Microsoft, Eolas settle patent dispute

A years-long legal battle over Web browser technology is over, but neither Microsoft or Eolas is talking about details.

Microsoft has settled a long-running and expensive lawsuit with Eolas Technologies, a start-up backed by the University of California that alleged Internet Explorer infringed a patent.

"We're pleased to be able to reach an amicable resolution in this long-running dispute with Eolas and the University of California," the company said in a statement Thursday, but declined to share further details. Eolas couldn't immediately be reached for comment.

The suit concerned technology that lets Web browsers call up separate applications or plug-ins such as Flash or Java within a Web page. While at the University of California at San Francisco, Eolas Chief Executive Michael Doyle led a team that worked on the technology in the patent, and he spun off Eolas to help commercialize it, according to Eolas. Microsoft revamped Internet Explorer to work around the patent in 2005.

Eolas prevailed earlier in the case, with a court awarding damages of $521 million in 2003 and the U.S. Patent Office upholding the validity of the Eolas patent in 2005. However, a Supreme Court decision this year weakened Eolas' case, and Microsoft said it expected the damages in the case to be revisited.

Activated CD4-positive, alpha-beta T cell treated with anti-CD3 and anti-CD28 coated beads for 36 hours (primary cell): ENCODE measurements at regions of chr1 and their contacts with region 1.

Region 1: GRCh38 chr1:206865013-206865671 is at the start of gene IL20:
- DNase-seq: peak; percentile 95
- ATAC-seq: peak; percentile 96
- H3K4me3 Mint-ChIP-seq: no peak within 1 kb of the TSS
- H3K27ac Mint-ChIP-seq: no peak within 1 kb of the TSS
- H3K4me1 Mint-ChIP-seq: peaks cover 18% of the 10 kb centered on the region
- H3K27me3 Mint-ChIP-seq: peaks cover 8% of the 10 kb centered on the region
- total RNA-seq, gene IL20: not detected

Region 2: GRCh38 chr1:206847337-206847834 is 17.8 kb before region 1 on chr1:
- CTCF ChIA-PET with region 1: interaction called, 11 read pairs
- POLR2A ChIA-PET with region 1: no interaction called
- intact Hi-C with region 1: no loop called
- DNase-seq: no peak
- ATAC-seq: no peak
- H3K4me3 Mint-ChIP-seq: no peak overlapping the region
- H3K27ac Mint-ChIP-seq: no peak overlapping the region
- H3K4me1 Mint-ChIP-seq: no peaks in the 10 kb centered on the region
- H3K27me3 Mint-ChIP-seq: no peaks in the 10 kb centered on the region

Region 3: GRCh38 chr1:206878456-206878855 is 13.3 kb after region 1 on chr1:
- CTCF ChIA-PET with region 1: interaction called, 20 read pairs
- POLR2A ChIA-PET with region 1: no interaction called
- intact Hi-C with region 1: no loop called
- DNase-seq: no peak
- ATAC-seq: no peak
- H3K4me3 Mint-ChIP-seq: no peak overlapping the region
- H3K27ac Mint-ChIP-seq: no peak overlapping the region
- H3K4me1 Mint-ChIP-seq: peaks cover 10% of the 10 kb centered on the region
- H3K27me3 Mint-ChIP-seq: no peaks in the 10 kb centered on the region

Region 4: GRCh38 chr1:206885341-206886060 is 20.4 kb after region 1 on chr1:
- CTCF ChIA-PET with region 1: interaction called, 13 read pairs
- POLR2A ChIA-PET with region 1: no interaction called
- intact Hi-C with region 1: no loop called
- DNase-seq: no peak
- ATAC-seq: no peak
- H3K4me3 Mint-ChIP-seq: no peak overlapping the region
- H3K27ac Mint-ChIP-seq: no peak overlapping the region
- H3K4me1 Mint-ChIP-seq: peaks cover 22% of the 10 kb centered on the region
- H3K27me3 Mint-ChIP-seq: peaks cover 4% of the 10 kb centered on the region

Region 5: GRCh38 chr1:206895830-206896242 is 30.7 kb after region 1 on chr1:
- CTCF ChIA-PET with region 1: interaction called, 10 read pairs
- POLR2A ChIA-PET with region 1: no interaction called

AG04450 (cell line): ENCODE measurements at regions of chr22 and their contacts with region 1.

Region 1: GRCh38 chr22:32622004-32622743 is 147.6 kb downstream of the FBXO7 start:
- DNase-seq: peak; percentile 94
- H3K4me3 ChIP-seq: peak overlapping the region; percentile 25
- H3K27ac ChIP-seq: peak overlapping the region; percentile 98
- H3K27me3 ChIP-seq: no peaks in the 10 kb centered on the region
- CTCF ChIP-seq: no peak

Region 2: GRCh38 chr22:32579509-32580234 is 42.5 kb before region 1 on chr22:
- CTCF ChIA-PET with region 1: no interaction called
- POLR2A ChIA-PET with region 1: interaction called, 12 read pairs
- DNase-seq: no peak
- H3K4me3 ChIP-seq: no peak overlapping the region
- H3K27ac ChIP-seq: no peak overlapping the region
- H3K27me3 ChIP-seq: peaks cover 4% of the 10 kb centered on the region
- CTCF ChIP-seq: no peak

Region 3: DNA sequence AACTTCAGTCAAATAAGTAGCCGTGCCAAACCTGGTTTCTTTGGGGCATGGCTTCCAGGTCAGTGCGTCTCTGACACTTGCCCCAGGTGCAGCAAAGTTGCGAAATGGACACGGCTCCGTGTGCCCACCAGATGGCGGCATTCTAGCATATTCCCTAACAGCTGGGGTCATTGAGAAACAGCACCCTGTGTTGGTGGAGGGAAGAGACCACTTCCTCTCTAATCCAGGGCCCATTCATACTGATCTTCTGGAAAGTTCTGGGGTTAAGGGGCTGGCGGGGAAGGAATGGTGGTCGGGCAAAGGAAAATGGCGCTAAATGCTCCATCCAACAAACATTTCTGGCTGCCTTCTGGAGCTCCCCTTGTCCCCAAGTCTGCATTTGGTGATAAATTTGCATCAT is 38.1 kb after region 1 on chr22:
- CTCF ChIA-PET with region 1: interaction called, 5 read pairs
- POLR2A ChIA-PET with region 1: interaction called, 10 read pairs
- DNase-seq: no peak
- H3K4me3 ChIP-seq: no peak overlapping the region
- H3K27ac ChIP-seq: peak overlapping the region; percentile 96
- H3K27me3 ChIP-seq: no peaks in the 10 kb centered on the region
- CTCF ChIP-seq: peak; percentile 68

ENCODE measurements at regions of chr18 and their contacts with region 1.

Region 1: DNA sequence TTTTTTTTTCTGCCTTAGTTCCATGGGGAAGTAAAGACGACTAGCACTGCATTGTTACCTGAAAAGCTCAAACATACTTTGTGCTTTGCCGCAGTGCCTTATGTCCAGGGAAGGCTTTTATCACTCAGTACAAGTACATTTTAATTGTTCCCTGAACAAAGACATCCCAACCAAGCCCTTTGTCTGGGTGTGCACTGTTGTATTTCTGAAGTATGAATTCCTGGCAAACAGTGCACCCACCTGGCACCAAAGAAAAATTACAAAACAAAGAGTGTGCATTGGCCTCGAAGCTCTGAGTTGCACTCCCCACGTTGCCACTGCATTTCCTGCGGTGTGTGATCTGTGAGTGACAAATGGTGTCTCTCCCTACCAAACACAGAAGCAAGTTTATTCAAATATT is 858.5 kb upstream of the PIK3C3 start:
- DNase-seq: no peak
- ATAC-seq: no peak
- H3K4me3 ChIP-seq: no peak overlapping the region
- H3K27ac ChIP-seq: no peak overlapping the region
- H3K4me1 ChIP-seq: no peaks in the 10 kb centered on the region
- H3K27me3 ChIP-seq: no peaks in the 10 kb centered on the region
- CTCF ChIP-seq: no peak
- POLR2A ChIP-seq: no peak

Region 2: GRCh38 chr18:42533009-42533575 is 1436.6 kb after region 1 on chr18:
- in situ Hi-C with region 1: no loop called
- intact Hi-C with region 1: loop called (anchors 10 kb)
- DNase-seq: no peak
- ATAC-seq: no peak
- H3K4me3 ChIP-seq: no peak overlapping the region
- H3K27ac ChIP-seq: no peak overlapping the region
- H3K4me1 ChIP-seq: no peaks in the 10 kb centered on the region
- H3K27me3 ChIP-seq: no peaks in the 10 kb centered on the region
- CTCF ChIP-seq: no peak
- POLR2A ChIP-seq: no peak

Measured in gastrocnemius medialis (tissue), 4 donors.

The Seattle Post-Intelligencer reported the settlement Thursday and published a Monday letter from Eolas Chief Operating Officer Mark Swords to shareholders that said, "We are very pleased that we can now focus our resources on commercializing our existing intellectual property portfolio and developing new technologies." It didn't offer details of the settlement, but said Eolas anticipates paying shareholders a dividend by the end of 2007.

Although Microsoft has been a target in several intellectual property cases, the company affirmed its support for the concept in the computing industry. "Microsoft values intellectual property and believes that the proper protection and licensing of IP enables companies and individuals to obtain a return on investment, sustain business and encourages future innovations and investment in the IT industry," the company said.

CNET News.com staff writers Anne Broache and Tom Krazit contributed to this report.

Tags:
Tech Culture
About the author

Stephen Shankland has been a reporter at CNET since 1998 and covers browsers, Web development, digital photography and new technology. In the past he has been CNET's beat reporter for Google, Yahoo, Linux, open-source software, servers and supercomputers. He has a soft spot in his heart for standards groups and I/O interfaces.

 

Join the discussion

Conversation powered by Livefyre

Don't Miss
Hot Products
Trending on CNET

HOT ON CNET

Is your phone battery always at 4 percent?

These battery packs will give your device the extra juice to power through all of those texts and phone calls.